The Brown Act Does Not Prohibit Written Communications to School Board Members, But Conveying Certain Information Can be a Violation

We are periodically asked whether a "weekly update" memorandum which many superintendents distribute to school district governing board members violates the Brown Act. As a general rule, a weekly update distributed to Board members will not violate the Brown Act unless the memo communicates the "comments or position" of a Board member to other members.

Consider the following scenario: In response to a Board member request for information regarding the possible use of District fields by local athletic clubs, a superintendent issued a weekly update to the Board containing historical background information regarding the former use of District fields for athletic competitions by adult league athletic clubs. A long-time current Board member was the source of this information. Thus, the text of the weekly update stated, "Trustee ____________ shared the following information . . ." and proceeded to report a sequence of largely negative activities, observations and recollections by the trustee. In this scenario, a potential violation has occurred.

The definition of a meeting in the Ralph M. Brown Act ("Brown Act") prohibits "serial meetings" conducted through direct communications, personal intermediaries or technological devices. A serial meeting is a series of communications, outside of a public meeting, involving a majority of a legislative body to discuss, deliberate or take action on any item of business within the jurisdiction of the agency. "Deliberate" includes the collective acquisition of information, such as through writings distributed to the Board. However, the prohibition against serial meetings does not prevent an employee or agency official from engaging in separate communications outside of a meeting regarding a matter within the jurisdiction of the agency provided the person does not communicate to members of the legislative body the comments or position of any other member or members.

The need of executive officers to brief Board members on policy decisions and background events concerning proposed agenda items has been recognized by the California Attorney General ("AG"). Since such communications may potentially violate the Brown Act, the AG has long recommended that executive officer memos be available to the public as well as distributed to the Board so that a serial meeting violation would be avoided by everyone having the benefit of responding to the same information. As a "one-way communication," such memos were deemed to not be for the purpose of developing a "collective concurrence" as to action taken.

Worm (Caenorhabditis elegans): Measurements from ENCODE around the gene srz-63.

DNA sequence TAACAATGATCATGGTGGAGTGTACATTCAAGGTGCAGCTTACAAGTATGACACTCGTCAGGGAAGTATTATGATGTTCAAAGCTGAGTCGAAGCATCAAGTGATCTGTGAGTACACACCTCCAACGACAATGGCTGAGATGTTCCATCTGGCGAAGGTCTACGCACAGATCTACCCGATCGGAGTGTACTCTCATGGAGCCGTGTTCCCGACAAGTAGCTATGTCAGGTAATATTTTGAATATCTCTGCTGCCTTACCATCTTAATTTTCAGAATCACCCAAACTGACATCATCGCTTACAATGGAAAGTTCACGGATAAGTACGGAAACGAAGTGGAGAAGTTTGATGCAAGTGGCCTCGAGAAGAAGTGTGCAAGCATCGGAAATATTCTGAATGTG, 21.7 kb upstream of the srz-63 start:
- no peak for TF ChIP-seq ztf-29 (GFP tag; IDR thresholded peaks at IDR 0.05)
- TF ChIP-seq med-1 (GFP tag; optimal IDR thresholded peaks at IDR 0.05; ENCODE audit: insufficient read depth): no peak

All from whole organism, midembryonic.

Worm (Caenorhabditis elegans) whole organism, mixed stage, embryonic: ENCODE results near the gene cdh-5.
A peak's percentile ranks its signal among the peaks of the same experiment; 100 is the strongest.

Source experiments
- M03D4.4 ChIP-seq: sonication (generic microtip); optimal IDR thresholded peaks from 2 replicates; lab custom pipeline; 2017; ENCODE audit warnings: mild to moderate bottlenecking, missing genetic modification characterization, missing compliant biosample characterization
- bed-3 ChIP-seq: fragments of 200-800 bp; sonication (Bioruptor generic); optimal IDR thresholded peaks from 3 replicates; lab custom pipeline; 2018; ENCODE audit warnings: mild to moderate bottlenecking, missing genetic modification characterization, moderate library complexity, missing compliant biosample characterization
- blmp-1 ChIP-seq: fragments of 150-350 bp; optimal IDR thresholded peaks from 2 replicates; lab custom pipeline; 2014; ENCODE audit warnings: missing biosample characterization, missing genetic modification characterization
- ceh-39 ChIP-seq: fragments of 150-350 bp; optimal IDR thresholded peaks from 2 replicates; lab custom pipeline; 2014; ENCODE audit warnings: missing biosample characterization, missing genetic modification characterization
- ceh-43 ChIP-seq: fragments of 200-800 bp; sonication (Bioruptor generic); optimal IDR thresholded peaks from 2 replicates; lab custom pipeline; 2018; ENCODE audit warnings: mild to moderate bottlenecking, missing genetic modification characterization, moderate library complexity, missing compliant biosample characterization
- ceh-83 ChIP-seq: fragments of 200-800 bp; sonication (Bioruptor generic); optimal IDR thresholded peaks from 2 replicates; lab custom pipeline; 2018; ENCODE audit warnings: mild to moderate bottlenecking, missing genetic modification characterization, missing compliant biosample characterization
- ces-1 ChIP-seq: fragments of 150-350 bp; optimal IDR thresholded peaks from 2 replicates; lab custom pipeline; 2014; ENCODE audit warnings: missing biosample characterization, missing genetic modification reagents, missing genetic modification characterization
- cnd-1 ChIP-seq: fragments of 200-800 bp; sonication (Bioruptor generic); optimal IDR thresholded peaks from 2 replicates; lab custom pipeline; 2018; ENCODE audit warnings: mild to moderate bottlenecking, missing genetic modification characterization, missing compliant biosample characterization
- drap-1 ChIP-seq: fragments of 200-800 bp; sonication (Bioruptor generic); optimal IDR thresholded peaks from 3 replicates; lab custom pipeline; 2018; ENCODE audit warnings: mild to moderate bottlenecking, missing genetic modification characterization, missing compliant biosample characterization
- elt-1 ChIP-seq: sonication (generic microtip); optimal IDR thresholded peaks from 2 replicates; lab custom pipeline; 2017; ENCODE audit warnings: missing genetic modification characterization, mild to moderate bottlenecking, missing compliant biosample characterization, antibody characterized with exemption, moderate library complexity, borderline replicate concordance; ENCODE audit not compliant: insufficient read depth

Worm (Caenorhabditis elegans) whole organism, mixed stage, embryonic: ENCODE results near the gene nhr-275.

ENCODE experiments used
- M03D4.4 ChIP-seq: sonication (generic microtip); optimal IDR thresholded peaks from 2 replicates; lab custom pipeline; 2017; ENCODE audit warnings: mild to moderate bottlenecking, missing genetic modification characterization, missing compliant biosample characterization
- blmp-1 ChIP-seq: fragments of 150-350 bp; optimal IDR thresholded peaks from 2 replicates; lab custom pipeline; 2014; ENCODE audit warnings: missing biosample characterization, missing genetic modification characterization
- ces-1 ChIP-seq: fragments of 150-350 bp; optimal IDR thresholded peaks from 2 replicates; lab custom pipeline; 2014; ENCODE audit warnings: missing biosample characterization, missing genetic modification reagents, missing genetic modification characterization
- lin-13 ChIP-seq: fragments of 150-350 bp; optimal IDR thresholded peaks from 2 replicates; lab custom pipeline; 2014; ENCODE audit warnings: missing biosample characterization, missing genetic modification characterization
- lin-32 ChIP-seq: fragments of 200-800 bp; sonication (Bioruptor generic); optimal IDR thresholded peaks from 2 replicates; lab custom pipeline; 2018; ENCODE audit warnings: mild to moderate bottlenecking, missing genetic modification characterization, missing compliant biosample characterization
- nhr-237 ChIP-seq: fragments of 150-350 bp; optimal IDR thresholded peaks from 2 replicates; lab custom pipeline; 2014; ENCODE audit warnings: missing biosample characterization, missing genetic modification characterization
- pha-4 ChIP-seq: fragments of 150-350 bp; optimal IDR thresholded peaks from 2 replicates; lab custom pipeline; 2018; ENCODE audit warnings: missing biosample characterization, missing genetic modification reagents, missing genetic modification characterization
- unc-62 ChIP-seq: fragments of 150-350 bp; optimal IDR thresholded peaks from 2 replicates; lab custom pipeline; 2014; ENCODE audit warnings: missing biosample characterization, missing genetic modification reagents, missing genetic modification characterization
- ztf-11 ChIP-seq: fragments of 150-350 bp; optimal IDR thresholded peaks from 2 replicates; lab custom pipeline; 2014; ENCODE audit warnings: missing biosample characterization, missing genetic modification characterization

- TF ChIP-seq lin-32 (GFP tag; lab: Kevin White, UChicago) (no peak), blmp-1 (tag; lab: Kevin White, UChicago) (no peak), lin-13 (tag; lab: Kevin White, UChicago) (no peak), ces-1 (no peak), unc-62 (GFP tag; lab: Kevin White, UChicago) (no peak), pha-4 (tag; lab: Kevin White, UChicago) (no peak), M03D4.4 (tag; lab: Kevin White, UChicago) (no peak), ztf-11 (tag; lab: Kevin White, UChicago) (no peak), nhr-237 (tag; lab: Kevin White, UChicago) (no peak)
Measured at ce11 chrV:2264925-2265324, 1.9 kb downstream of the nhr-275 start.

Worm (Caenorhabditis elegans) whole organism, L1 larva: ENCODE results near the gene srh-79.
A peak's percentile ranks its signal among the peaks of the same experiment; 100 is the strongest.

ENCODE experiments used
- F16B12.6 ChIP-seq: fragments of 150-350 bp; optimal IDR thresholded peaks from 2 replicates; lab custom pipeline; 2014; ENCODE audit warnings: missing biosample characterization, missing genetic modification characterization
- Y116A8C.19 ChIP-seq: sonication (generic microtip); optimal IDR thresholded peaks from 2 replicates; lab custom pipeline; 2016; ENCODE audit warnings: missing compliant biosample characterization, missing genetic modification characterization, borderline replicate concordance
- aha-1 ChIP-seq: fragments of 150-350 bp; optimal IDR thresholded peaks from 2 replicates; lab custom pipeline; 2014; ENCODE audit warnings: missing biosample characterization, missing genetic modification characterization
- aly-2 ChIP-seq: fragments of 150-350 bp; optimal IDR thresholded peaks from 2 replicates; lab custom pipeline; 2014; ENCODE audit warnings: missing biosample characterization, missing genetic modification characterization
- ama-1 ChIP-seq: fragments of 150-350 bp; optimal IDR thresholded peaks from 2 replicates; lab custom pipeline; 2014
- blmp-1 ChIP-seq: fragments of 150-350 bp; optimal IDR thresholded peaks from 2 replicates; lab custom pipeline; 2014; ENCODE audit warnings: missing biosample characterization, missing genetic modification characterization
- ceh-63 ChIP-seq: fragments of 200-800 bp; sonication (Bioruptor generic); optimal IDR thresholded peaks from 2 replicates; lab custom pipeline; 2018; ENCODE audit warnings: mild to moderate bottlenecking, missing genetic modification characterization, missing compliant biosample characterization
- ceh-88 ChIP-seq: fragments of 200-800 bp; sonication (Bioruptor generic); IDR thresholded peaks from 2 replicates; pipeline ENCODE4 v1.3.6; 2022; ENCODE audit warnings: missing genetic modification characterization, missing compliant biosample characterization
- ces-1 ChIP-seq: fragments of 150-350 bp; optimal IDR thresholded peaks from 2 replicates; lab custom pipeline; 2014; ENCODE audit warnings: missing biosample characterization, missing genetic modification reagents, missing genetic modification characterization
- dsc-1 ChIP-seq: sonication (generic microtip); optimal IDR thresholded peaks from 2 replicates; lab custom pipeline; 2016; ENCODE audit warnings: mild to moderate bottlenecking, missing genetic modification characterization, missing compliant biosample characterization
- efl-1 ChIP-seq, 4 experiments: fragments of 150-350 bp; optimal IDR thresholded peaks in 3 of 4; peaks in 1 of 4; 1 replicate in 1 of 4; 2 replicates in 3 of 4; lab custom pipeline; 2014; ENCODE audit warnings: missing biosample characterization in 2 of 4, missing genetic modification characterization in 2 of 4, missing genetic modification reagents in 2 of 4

The reasoning underlying the AG's "one-way communication" rule was called into question in 2006 by the decision in Wolfe v. City of Fremont.  The Wolfe case involved a series of face-to-face meetings between the city manager and members of the city council. The court held that the face-to-face meetings did not violate the Brown Act because the city manager's oral communication of policy-related information to council members was not different from the sending of written memoranda to council members, as approved in other precedent.  Moreover, the mere communication of policy-related information to individual council members did not constitute a "collective concurrence."

The California State Legislature did not approve of the reasoning in Wolfe and amended the Brown Act in 2008 to delete "concurrence" as a prerequisite for a serial meeting violation. Instead, the Legislature provided that the prohibition against serial meetings does not prevent an employee or agency official from engaging in separate (oral or written) communications with members of a legislative body outside of a meeting as long as the employee or official does not communicate the "comments or position of any . . . member" to other members.

Legislative history indicates the intent of the restriction against communicating the "comments or position of any . . . member" was to ensure that an agency employee or officer would not act as an intermediary for a majority to engage in collective deliberation, rather than to prevent employees or officials from answering questions or conveying information. Accordingly, the restriction need not be so strictly constructed as to absolutely bar all references to another Board member when conveying information. However, the phrase "comments or position" is very broad and can be reasonably understood to prohibit the sharing of any information reflective of Board member judgments, opinions, viewpoints or outlooks.

The mere reporting of purely factual information received from a Board member to other members, without revealing the source, would not constitute communication of the "comments or position" of a member. However, in the scenario presented above, the negative character of the information attributed to the trustee could give rise to a reasonable inference by other members that the trustee would likely oppose the use of District fields by adult athletic clubs. The communication of information which might imply a Board member's position regarding a matter of agency business is not consistent with the Legislature's intent underlying the restriction.

The best practice to ensure full compliance with the Brown Act is to refrain from identifying individual Board members when conveying information to the entire Board. In other words, we do not think a nuanced analysis of Board member statements as being more or less fact or opinion is a sufficiently reliable basis to avoid a potential violation of the Brown Act. Accordingly, we recommend, wherever possible, that the superintendent or another person (not a Board member) be identified as the source of information communicated to the rest of the Board.

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